Elizabeth Chavarria, management junior, gets people to sign a petition to get Stephen Santellana, mayor of Wichita Falls, to support net neutrality at the net neutrality booth in the Dillard Lobby on the first floor on April 9, 2018. Photo by Justin Marquart

Justin Marquart

Students fight for net neutrality

April 9, 2018

To garner support and to spread awareness of the negative effects of net neutrality, five students are urging students to sign a petition.

“We are student group in Dr. Kataria’s Special Topics class that is starting a social movement to inform the implications of the repeal of net neutrality that will begin on April 23,” Rolando Diaz, business management senior, said.

Net neutrality is the idea that Internet providers should provide access to all legal Internet services.

Justin Marquart
Elizabeth Chavarria, management junior, shows Kuda Bepswa, management senior, a flier about saving net neutrality at the net neutrality booth in the Dillard Lobby on the first floor on April 9, 2018. Photo by Justin Marquart

In December 2017, the Federal Communications Commission repealed net neutrality making it an issue of states’ rights. Though net neutrality has been repealed, the effects of its repeal will not come into effect until April 23. States such as California and New York have made bills supporting net neutrality policies.

Diaz, along with Taylor McCreary, business management junior, Elizabeth Chavarria, business management junior, Graciela Ruiz, accounting and business management junior, and Joe Hankins, business management senior, are hosting booths in the Dillard Building urging students to sign their petition showing support for the net neutrality policies.

The group met with Santellana and Jesse Brown, district 4 councilor, on April 10 in the Clark Student Center to discuss net neutrality and to ask for their support.

According to McCreary and Ruiz, Santellana believes there is going to be more time and effort needed in order to see change regarding net neutrality and believes in the power of states rights.

“We really didn’t get much out of it [talking to Santellana] besides a nice discussion,” McCreary said.

When she heard the idea of starting a movement for net neutrality in her business management class, McCreary, said she knew she wanted to be a part of the movement.

“When I heard that, I didn’t even have group members yet and I was like, ‘Whoever is in my group, we’re on this. We’re going to do this and I think we can get noticed,'” McCreary said.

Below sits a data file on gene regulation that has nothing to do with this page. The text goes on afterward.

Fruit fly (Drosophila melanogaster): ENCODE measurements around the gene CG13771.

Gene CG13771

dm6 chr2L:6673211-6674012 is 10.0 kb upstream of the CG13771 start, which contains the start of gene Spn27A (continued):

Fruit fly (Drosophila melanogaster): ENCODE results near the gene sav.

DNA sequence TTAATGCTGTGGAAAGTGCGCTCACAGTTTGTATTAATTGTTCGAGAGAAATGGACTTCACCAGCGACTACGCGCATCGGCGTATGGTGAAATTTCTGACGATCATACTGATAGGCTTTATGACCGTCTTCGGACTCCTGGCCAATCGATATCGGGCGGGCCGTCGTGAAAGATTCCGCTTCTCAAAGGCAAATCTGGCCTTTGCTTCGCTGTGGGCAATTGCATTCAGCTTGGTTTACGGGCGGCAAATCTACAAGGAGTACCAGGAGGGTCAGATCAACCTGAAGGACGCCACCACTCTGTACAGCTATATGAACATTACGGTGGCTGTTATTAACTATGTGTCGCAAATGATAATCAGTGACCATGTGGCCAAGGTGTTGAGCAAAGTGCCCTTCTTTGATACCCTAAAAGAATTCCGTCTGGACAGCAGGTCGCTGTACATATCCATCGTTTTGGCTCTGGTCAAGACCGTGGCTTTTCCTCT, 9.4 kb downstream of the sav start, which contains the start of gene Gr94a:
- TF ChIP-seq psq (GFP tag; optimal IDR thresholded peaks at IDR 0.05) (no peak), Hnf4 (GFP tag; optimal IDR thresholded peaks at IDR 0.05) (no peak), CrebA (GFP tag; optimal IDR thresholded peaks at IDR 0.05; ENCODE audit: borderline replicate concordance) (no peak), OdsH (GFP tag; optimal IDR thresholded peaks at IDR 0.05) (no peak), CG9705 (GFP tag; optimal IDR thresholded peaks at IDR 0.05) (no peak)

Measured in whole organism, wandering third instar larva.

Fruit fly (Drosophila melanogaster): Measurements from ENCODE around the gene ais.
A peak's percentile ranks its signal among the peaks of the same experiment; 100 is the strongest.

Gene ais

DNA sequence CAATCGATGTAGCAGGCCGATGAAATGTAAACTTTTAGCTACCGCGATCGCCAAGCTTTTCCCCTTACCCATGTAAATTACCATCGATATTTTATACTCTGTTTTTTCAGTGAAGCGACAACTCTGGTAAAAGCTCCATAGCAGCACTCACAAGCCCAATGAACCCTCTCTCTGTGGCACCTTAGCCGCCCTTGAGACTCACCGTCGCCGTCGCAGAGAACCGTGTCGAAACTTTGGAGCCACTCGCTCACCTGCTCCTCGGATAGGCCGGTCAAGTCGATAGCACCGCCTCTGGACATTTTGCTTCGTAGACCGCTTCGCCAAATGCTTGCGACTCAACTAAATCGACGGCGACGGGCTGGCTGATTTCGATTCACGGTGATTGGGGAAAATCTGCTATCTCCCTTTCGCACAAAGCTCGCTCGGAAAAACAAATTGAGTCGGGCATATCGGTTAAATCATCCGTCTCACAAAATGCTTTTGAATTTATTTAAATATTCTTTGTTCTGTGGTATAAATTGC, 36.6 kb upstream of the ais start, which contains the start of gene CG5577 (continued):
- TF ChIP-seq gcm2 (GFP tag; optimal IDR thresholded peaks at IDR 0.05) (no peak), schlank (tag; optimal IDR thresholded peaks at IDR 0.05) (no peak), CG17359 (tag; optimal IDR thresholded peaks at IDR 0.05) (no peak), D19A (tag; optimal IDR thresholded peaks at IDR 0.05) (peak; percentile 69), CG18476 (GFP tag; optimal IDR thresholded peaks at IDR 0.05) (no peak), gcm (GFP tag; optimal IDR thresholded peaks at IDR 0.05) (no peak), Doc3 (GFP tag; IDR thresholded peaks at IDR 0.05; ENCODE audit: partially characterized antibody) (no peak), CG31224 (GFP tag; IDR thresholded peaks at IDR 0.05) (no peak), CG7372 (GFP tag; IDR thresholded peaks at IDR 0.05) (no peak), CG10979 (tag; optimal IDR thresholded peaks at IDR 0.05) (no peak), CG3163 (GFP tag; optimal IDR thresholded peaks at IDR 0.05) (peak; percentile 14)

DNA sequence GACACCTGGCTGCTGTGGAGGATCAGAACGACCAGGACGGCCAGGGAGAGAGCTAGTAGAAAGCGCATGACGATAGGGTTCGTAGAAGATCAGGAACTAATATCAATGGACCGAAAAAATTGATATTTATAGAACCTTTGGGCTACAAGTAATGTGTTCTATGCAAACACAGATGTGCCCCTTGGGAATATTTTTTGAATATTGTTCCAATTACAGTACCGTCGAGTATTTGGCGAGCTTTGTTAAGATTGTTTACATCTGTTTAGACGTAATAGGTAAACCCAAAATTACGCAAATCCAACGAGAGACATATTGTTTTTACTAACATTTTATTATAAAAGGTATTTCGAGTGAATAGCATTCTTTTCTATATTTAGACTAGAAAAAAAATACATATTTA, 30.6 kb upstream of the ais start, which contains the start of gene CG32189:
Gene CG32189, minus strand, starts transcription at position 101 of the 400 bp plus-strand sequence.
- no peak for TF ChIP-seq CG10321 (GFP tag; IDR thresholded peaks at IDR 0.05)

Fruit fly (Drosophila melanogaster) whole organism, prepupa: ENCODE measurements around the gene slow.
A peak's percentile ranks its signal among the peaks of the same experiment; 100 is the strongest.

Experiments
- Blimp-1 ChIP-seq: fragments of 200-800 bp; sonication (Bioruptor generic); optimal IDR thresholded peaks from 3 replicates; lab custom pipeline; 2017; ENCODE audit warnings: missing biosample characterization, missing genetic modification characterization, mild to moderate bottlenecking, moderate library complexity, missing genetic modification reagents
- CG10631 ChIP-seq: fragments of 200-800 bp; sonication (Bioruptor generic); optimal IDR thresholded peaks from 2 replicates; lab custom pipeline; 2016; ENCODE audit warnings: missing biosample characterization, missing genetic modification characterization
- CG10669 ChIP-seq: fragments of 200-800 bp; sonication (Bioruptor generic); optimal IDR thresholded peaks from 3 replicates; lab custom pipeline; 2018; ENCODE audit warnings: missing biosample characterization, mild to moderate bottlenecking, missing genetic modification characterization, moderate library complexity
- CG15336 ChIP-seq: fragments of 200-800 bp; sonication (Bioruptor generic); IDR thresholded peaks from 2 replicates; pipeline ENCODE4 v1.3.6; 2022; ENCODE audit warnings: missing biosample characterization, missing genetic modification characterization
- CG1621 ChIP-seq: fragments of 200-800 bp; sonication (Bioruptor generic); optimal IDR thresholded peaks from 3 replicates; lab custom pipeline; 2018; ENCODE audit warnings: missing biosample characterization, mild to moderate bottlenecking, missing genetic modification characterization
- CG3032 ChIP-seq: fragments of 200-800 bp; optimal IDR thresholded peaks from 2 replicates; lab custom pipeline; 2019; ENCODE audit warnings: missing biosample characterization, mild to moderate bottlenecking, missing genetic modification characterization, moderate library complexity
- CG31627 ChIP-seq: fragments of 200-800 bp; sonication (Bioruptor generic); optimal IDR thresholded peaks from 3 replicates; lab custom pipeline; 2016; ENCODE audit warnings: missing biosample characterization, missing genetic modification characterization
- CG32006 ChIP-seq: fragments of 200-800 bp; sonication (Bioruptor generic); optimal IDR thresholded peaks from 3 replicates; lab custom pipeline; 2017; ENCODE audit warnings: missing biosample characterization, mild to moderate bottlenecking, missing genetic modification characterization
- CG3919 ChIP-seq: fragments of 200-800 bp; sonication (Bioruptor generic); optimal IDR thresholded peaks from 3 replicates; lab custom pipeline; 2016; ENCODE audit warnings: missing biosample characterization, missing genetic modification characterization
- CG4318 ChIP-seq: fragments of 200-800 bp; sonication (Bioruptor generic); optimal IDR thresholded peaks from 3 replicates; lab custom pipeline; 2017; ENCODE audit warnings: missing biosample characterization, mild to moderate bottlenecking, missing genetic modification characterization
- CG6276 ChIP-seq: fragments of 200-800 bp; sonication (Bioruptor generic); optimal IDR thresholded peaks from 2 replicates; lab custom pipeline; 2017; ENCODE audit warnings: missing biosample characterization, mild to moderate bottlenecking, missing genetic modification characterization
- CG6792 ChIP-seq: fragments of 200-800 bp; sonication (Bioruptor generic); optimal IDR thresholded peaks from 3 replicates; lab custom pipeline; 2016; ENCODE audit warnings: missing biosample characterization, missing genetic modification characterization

As of April 5, the petition had more than 300 signatures and Diaz said this is something people need to bring attention to and focus on.

“It’s alarming for everyone because who knows what is going to happen to our Internet,” Diaz said. “We feel brainwashed as it is, telling us what to watch on TV, controlling what we view. I don’t want that [the internet] to be monopolized.”

For students, having to budget the cost of living while paying for school is a difficult task, and adding additional costs to that through heightened Internet bills may make the task even more difficult, so Diaz said this possibility “doesn’t sit well” with him.

“The cost of living is too high for us and to have our Internet turn into a cable company for an extra payment, to me, doesn’t sit well and if we get this out to everyone else, it won’t sit well with them either,” Diaz said.

To McCreary, repealing net neutrality will make it easier for companies to discriminate certain Internet sites.

“ISPs, your internet service providers, shouldn’t discriminate against certain browsers or certain content,” McCreary said. “They shouldn’t be able to block content that doesn’t align with their agendas. It eliminates the consumers choice.”

Those involved in the movement urge students to go to the Dillard Building and sign their petition in the hopes of gaining support from congressman Mac Thornberry as the number of signatures on their petition has grown to more than 500.

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